On the waterfront of the Louran district, like in many other parts of the city, no one sits on the beach sand. It's not there; the coast is occupied by hundreds of gigantic cement blocks. In recent years, authorities have placed hundreds of solid cubes as breakwaters to contain the constant onslaught of the sea against the artificial wall.

In the Egyptian city, the fight against the climate crisis is a race against time. After evacuating hundreds of residents in 2015 because heavy rains flooded the Al Max neighborhood, the government spent $14 million three years later to protect the Qaitbay Fortress from the Mediterranean's rise. The fortress dates back to the 15th century and was formerly the location of the disappeared Alexandria Lighthouse. The solution was the same as on the corniche: 4,700 cement blocks were thrown into the sea to surround the historic citadel.

a man and two children on cement blocks by the sea at sunset
Alexandria residents watch the sunset over hundreds of concrete blocks placed to prevent the rising sea, June 2023, Egypt / Credit: Xavier Aldekoa.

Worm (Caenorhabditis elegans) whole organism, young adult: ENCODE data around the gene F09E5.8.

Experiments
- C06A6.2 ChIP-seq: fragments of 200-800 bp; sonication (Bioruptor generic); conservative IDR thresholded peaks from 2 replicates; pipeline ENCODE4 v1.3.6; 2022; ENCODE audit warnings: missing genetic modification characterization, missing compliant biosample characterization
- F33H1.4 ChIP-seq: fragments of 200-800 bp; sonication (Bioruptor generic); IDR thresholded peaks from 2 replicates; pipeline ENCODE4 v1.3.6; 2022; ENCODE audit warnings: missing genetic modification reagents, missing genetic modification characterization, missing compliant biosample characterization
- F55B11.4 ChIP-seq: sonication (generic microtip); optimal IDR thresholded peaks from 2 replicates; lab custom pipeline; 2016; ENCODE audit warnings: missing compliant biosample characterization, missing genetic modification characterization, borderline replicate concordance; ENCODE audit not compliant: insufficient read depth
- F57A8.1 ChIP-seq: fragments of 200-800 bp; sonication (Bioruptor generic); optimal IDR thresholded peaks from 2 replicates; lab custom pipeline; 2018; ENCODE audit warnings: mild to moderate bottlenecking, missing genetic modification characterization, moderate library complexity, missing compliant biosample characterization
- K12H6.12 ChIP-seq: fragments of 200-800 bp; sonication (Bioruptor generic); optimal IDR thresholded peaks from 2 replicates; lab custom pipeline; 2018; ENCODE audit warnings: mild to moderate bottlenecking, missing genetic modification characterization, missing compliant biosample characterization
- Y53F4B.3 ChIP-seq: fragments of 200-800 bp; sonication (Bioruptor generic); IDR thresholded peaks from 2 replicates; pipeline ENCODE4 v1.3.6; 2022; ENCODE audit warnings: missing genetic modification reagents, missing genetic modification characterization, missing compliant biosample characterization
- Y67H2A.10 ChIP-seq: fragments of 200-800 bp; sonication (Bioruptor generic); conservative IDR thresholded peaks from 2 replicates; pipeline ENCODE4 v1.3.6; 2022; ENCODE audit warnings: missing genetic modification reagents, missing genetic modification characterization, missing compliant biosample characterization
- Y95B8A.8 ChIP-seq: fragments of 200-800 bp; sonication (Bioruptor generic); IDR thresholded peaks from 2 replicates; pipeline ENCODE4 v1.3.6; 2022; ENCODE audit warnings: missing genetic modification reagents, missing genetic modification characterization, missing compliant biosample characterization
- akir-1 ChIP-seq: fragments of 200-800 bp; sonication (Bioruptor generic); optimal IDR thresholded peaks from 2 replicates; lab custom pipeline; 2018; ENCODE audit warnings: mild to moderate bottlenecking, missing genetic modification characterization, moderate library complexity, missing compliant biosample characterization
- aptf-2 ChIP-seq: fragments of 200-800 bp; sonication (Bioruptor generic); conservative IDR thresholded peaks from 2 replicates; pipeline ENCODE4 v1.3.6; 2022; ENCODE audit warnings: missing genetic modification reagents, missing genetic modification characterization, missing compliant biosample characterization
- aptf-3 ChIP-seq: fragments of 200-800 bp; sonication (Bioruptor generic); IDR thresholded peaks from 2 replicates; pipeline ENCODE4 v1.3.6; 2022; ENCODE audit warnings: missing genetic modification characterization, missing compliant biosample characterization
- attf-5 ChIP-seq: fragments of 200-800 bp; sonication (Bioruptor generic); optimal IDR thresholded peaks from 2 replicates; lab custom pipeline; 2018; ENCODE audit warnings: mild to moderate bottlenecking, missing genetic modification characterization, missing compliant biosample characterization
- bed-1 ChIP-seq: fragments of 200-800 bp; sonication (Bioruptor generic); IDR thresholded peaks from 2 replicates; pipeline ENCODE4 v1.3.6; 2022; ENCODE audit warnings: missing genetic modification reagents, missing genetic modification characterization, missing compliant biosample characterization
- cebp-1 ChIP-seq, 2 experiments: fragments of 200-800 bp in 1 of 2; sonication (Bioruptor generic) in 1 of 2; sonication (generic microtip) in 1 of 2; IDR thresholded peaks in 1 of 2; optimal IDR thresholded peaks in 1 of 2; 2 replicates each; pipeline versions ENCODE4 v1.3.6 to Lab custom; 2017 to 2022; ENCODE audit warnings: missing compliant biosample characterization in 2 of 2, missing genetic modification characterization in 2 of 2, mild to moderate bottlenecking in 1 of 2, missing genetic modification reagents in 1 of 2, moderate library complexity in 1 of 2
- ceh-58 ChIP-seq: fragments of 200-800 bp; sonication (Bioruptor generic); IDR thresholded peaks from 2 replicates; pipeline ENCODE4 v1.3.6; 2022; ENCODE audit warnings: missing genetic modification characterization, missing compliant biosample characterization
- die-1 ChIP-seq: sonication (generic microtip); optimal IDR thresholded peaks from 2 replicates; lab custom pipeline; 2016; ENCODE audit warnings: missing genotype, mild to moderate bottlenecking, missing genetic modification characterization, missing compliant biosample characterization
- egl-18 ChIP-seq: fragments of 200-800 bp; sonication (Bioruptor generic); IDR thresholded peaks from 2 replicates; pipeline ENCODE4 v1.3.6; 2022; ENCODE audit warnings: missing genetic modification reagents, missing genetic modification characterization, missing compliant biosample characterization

Alexandria will not be the only victim of rising seas and oceans. Last year, a UNESCO study warned that, as a result of rising sea levels, the risk of tsunamis in the Mediterranean will multiply.

In addition to Alexandria, the organization pointed out four other cities at risk of experiencing a tsunami from this year onwards: Marseille, Cannes, Istanbul, and Chipiona, near Cádiz.

In February, during the first United Nations Security Council debate on the global implications of rising sea levels, UN Secretary-General António Guterres warned of the consequences. "We could witness a massive exodus of entire populations on a biblical scale and see increasingly fierce competition for fresh water, land, and other resources." French researcher Gonéri Le Cozannet, an expert on climate change risks and author of several studies on the impact of climate change in the Nile Delta, believes that the topography surrounding Alexandria makes the entire area an ideal victim. "The river ends gently because it is an extremely flat area where sediment settles that fertilizes the land, which in turn has historically attracted millions of people who cultivate their crops there. There is probably no other place in the Mediterranean where a slight rise in sea level affects so many people."

Le Cozannet warns of an added factor: not only is the sea rising, but the land is also sinking. "In the region near Port Said, next to the Suez Canal, we have detected that the land is sinking by a few millimeters each year, and that accelerates the problem."